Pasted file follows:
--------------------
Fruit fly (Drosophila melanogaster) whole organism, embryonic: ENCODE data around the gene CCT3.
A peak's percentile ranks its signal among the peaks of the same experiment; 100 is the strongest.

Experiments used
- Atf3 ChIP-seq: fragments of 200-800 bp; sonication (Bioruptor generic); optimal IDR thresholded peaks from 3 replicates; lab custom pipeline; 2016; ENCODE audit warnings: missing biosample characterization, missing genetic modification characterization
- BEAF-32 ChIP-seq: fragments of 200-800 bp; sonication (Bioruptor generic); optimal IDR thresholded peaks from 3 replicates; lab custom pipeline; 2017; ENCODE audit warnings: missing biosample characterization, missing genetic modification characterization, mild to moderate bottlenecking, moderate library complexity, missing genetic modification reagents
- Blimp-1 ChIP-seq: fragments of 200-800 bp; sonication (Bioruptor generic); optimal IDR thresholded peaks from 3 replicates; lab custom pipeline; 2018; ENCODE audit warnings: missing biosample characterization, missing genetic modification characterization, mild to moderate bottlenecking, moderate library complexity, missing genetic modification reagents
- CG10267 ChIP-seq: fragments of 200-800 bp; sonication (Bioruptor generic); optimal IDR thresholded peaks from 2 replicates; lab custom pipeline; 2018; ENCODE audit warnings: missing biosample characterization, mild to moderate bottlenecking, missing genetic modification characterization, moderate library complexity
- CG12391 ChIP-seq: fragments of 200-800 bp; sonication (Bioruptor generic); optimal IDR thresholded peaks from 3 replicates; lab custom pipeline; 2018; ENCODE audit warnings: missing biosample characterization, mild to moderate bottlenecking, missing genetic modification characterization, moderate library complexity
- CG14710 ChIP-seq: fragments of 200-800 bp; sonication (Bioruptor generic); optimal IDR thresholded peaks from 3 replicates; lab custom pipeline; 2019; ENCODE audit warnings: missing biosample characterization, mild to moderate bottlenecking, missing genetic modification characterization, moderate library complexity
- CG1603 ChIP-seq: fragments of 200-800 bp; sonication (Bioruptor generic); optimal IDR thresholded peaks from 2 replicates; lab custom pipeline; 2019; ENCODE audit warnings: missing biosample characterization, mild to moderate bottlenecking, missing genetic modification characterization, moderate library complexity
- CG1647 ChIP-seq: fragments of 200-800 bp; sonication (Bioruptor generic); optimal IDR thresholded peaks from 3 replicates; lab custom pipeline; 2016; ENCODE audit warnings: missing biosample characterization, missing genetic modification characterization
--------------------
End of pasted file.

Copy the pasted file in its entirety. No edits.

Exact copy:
Fruit fly (Drosophila melanogaster) whole organism, embryonic: ENCODE data around the gene CCT3.
A peak's percentile ranks its signal among the peaks of the same experiment; 100 is the strongest.

Experiments used
- Atf3 ChIP-seq: fragments of 200-800 bp; sonication (Bioruptor generic); optimal IDR thresholded peaks from 3 replicates; lab custom pipeline; 2016; ENCODE audit warnings: missing biosample characterization, missing genetic modification characterization
- BEAF-32 ChIP-seq: fragments of 200-800 bp; sonication (Bioruptor generic); optimal IDR thresholded peaks from 3 replicates; lab custom pipeline; 2017; ENCODE audit warnings: missing biosample characterization, missing genetic modification characterization, mild to moderate bottlenecking, moderate library complexity, missing genetic modification reagents
- Blimp-1 ChIP-seq: fragments of 200-800 bp; sonication (Bioruptor generic); optimal IDR thresholded peaks from 3 replicates; lab custom pipeline; 2018; ENCODE audit warnings: missing biosample characterization, missing genetic modification characterization, mild to moderate bottlenecking, moderate library complexity, missing genetic modification reagents
- CG10267 ChIP-seq: fragments of 200-800 bp; sonication (Bioruptor generic); optimal IDR thresholded peaks from 2 replicates; lab custom pipeline; 2018; ENCODE audit warnings: missing biosample characterization, mild to moderate bottlenecking, missing genetic modification characterization, moderate library complexity
- CG12391 ChIP-seq: fragments of 200-800 bp; sonication (Bioruptor generic); optimal IDR thresholded peaks from 3 replicates; lab custom pipeline; 2018; ENCODE audit warnings: missing biosample characterization, mild to moderate bottlenecking, missing genetic modification characterization, moderate library complexity
- CG14710 ChIP-seq: fragments of 200-800 bp; sonication (Bioruptor generic); optimal IDR thresholded peaks from 3 replicates; lab custom pipeline; 2019; ENCODE audit warnings: missing biosample characterization, mild to moderate bottlenecking, missing genetic modification characterization, moderate library complexity
- CG1603 ChIP-seq: fragments of 200-800 bp; sonication (Bioruptor generic); optimal IDR thresholded peaks from 2 replicates; lab custom pipeline; 2019; ENCODE audit warnings: missing biosample characterization, mild to moderate bottlenecking, missing genetic modification characterization, moderate library complexity
- CG1647 ChIP-seq: fragments of 200-800 bp; sonication (Bioruptor generic); optimal IDR thresholded peaks from 3 replicates; lab custom pipeline; 2016; ENCODE audit warnings: missing biosample characterization, missing genetic modification characterization